Ranchero Interchange to be finished by year’s end
Officials say project delay will be shorter than expected
HESPERIA • Transportation officials said Wednesday they expect to complete the Ranchero Interchange Project by the end of the year — a surprising announcement after a fire was expected to delay the project several months.
San Bernardino Associated Governments, the region’s transportation planning authority, made the announcement following a conference of project participants.
“SANBAG, city of Hesperia, Caltrans and our contractors have been diligently working to develop a plan to complete construction of the Ranchero Road Interchange Project,” SANBAG spokesman Tim Watkins wrote in an email. “Based on the preliminary results of inspections and testing, the contractor plans to complete all work on the project by the end of the year.”
Original estimates, prior to a May 5 fire and collapse of the bridge over Interstate 15, projected construction would be completed by mid-October. But when the bridge burned, officials said they expected a delay of six to eight months.
“Construction crews will be doubled in some cases to help increase productivity and reduce the overall construction window for the project,” Watkins said.
Materials have been arriving on site over the past week and crews will begin replacing the falsework — the wooden temporary bridge support structure — for constructing the bridge portion of the interchange, he said.
Other tests on the columns and abutment are ongoing, Watkins said, but can be conducted alongside the initial stages of the falsework placement.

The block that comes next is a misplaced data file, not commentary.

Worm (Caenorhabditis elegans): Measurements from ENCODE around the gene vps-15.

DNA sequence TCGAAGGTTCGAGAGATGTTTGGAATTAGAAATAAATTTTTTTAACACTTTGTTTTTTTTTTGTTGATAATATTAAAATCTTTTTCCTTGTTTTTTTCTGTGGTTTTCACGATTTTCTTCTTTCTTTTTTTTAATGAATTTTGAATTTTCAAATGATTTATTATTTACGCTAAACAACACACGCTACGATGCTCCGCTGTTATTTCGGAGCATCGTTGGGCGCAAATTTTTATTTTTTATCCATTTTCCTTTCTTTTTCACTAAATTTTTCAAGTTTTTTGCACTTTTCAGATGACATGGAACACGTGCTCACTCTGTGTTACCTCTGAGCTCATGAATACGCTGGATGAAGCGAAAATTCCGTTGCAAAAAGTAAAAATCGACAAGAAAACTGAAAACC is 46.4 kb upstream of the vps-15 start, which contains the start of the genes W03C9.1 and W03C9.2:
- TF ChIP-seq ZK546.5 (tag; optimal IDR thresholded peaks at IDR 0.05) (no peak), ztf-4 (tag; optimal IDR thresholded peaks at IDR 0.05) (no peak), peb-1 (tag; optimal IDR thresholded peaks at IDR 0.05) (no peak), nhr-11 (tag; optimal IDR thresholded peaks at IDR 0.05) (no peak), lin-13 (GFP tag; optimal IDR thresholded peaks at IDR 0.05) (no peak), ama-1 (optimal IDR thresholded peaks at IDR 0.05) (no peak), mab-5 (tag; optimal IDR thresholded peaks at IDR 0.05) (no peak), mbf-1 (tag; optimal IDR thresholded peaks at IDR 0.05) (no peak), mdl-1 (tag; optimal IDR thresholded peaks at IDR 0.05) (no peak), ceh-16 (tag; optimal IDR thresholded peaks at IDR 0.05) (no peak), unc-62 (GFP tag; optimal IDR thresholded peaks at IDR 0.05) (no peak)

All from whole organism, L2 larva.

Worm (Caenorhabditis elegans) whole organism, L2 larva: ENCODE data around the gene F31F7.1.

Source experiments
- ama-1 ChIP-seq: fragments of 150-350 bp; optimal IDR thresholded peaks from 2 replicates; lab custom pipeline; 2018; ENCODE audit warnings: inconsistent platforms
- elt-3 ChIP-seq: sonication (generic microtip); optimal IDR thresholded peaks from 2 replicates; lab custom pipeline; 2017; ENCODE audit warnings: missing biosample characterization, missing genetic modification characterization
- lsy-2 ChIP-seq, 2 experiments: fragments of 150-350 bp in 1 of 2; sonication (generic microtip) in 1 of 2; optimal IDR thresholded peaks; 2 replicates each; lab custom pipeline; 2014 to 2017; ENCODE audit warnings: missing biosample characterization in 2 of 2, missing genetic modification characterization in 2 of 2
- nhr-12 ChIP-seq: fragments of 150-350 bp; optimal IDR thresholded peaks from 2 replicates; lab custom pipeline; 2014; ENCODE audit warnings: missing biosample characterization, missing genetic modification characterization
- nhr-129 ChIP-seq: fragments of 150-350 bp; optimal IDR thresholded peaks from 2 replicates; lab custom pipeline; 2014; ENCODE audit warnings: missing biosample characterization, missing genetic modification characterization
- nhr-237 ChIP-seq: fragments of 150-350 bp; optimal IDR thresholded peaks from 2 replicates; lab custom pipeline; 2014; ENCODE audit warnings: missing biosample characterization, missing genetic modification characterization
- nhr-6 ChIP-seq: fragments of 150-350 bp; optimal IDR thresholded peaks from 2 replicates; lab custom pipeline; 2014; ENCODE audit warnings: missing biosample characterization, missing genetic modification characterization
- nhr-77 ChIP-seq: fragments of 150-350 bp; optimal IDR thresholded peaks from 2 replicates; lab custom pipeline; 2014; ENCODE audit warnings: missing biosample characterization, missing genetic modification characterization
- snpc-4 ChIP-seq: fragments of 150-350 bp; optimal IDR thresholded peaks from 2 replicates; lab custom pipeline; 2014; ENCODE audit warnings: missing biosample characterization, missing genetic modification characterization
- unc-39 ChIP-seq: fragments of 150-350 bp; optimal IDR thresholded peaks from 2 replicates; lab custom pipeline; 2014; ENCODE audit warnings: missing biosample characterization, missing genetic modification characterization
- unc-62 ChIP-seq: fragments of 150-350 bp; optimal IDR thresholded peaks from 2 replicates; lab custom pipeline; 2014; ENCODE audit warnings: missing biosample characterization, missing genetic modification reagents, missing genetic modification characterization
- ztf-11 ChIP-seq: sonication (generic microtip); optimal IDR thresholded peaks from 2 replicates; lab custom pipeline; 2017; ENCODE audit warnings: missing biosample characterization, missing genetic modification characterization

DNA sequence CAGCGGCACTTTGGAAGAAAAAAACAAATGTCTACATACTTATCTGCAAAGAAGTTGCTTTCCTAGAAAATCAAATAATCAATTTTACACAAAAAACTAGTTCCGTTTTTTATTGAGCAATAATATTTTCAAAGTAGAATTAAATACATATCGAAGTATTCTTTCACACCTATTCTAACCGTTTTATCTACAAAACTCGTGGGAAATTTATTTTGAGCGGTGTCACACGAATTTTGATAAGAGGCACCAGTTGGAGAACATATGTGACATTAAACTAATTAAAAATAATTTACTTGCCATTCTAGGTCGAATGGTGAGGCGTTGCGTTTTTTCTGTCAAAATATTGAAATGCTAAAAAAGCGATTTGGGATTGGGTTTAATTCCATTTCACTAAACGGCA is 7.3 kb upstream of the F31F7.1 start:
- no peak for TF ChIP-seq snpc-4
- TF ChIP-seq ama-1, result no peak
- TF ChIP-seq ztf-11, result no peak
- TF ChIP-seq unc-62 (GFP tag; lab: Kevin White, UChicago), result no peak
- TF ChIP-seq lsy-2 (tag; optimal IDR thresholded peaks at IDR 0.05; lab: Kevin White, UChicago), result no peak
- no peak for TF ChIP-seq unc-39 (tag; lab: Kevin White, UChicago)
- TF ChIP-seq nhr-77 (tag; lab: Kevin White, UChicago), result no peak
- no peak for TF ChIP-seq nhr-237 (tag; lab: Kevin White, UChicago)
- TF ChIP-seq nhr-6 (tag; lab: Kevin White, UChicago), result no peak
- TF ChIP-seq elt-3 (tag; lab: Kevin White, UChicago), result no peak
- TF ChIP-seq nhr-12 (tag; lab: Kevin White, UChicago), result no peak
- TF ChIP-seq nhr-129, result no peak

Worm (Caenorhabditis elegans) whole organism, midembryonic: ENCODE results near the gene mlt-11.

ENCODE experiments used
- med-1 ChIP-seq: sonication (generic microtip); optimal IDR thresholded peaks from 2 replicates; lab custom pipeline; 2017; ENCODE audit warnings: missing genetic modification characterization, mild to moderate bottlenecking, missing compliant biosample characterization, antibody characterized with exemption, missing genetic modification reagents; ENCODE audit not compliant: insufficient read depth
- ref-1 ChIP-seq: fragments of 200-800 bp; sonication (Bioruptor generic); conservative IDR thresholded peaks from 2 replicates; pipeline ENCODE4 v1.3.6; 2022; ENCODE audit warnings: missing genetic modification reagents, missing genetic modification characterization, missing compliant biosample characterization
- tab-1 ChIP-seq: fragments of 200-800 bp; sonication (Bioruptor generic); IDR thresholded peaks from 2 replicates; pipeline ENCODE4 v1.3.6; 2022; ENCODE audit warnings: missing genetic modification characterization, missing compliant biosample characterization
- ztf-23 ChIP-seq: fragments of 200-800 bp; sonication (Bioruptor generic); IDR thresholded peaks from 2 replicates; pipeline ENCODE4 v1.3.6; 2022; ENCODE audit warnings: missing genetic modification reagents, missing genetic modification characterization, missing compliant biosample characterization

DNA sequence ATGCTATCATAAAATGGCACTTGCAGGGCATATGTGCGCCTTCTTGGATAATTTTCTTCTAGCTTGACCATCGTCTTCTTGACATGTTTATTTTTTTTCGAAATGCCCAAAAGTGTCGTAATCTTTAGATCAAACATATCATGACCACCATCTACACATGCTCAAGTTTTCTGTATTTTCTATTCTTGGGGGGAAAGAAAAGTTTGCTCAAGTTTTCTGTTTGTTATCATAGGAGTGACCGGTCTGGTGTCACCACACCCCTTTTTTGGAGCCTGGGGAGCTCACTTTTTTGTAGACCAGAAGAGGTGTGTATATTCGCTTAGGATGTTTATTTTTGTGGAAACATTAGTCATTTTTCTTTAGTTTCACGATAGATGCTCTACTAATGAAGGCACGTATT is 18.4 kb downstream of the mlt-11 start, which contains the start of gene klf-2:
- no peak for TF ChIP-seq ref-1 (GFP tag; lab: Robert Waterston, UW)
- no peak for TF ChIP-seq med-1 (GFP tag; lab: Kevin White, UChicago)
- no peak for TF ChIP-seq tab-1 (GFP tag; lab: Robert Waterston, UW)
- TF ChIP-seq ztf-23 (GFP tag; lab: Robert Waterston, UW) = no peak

I-beams are getting particular attention for potential reuse. Based on the preliminary test results, some have been identified for straightening.
After straightening, they will be retested for compliance with engineering safety standards, Watkins said. He said this procedure will help expedite availability of critical materials and the reconstruction activity.
The construction contract calls for SANBAG to pay about $31.7 million to Security Paving Co. Inc. for completion of the project, Watkins said, and the contractor is working to meet its obligations.
“There’s been no realized loss (of money) until the project is completed, from our standpoint,” Watkins said. He added that the contractor will have to determine any monetary loss and the means for recouping it, depending on the results of investigations and involving insurance.
Near-term lane and freeway closures are being identified and will be announced publicly when approved. Closures will be performed at night and staged in a manner to create the least amount of impact possible to the motoring public, SANBAG said.
The interchange bridge, which was days away from receiving its cement pour, burned after a spark from a steelworker’s torch ignited the wooden falsework. Portions of the structure collapsed onto the freeway, and most of the remaining bridge had to be torn down to safely reopen I-15.
The fire caused $6 million to $8 million in damage, according to preliminary estimates.
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The article was taken from the Victor Valley Daily Press 760-241-4411
Grant Klokeid · Top Commenter · California State University, Fullerton